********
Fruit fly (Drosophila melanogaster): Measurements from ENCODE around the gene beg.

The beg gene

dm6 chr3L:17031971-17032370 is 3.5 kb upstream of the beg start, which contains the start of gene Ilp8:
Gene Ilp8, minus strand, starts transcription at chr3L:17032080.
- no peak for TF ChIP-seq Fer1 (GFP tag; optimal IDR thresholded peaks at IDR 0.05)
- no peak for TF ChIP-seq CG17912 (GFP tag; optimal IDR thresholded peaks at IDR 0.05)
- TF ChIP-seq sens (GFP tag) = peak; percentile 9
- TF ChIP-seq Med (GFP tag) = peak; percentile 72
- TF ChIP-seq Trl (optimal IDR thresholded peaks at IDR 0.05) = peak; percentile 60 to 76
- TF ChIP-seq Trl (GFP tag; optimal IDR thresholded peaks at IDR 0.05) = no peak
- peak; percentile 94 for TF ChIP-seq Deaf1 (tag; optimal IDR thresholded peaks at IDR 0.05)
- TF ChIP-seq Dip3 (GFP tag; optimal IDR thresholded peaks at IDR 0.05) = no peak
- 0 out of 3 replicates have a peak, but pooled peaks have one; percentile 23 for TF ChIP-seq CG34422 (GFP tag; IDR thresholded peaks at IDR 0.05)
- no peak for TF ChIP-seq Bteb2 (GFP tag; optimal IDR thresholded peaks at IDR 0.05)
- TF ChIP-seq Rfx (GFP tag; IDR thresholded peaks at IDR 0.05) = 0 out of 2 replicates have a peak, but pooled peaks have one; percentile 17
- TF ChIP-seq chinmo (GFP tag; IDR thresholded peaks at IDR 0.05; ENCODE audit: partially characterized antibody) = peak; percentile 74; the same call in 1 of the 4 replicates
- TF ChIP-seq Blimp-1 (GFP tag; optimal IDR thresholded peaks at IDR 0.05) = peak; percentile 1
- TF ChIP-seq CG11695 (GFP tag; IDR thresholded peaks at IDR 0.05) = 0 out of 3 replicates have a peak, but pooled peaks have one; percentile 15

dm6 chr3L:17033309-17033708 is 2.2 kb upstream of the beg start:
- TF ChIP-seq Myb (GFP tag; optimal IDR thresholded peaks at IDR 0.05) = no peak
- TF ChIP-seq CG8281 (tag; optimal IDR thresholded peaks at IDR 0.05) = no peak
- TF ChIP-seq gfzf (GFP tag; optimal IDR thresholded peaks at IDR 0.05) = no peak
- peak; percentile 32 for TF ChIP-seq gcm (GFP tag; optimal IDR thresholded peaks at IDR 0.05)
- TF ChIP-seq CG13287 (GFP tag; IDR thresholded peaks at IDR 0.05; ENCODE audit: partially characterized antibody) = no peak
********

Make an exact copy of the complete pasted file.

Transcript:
Fruit fly (Drosophila melanogaster): Measurements from ENCODE around the gene beg.

The beg gene

dm6 chr3L:17031971-17032370 is 3.5 kb upstream of the beg start, which contains the start of gene Ilp8:
Gene Ilp8, minus strand, starts transcription at chr3L:17032080.
- no peak for TF ChIP-seq Fer1 (GFP tag; optimal IDR thresholded peaks at IDR 0.05)
- no peak for TF ChIP-seq CG17912 (GFP tag; optimal IDR thresholded peaks at IDR 0.05)
- TF ChIP-seq sens (GFP tag) = peak; percentile 9
- TF ChIP-seq Med (GFP tag) = peak; percentile 72
- TF ChIP-seq Trl (optimal IDR thresholded peaks at IDR 0.05) = peak; percentile 60 to 76
- TF ChIP-seq Trl (GFP tag; optimal IDR thresholded peaks at IDR 0.05) = no peak
- peak; percentile 94 for TF ChIP-seq Deaf1 (tag; optimal IDR thresholded peaks at IDR 0.05)
- TF ChIP-seq Dip3 (GFP tag; optimal IDR thresholded peaks at IDR 0.05) = no peak
- 0 out of 3 replicates have a peak, but pooled peaks have one; percentile 23 for TF ChIP-seq CG34422 (GFP tag; IDR thresholded peaks at IDR 0.05)
- no peak for TF ChIP-seq Bteb2 (GFP tag; optimal IDR thresholded peaks at IDR 0.05)
- TF ChIP-seq Rfx (GFP tag; IDR thresholded peaks at IDR 0.05) = 0 out of 2 replicates have a peak, but pooled peaks have one; percentile 17
- TF ChIP-seq chinmo (GFP tag; IDR thresholded peaks at IDR 0.05; ENCODE audit: partially characterized antibody) = peak; percentile 74; the same call in 1 of the 4 replicates
- TF ChIP-seq Blimp-1 (GFP tag; optimal IDR thresholded peaks at IDR 0.05) = peak; percentile 1
- TF ChIP-seq CG11695 (GFP tag; IDR thresholded peaks at IDR 0.05) = 0 out of 3 replicates have a peak, but pooled peaks have one; percentile 15

dm6 chr3L:17033309-17033708 is 2.2 kb upstream of the beg start:
- TF ChIP-seq Myb (GFP tag; optimal IDR thresholded peaks at IDR 0.05) = no peak
- TF ChIP-seq CG8281 (tag; optimal IDR thresholded peaks at IDR 0.05) = no peak
- TF ChIP-seq gfzf (GFP tag; optimal IDR thresholded peaks at IDR 0.05) = no peak
- peak; percentile 32 for TF ChIP-seq gcm (GFP tag; optimal IDR thresholded peaks at IDR 0.05)
- TF ChIP-seq CG13287 (GFP tag; IDR thresholded peaks at IDR 0.05; ENCODE audit: partially characterized antibody) = no peak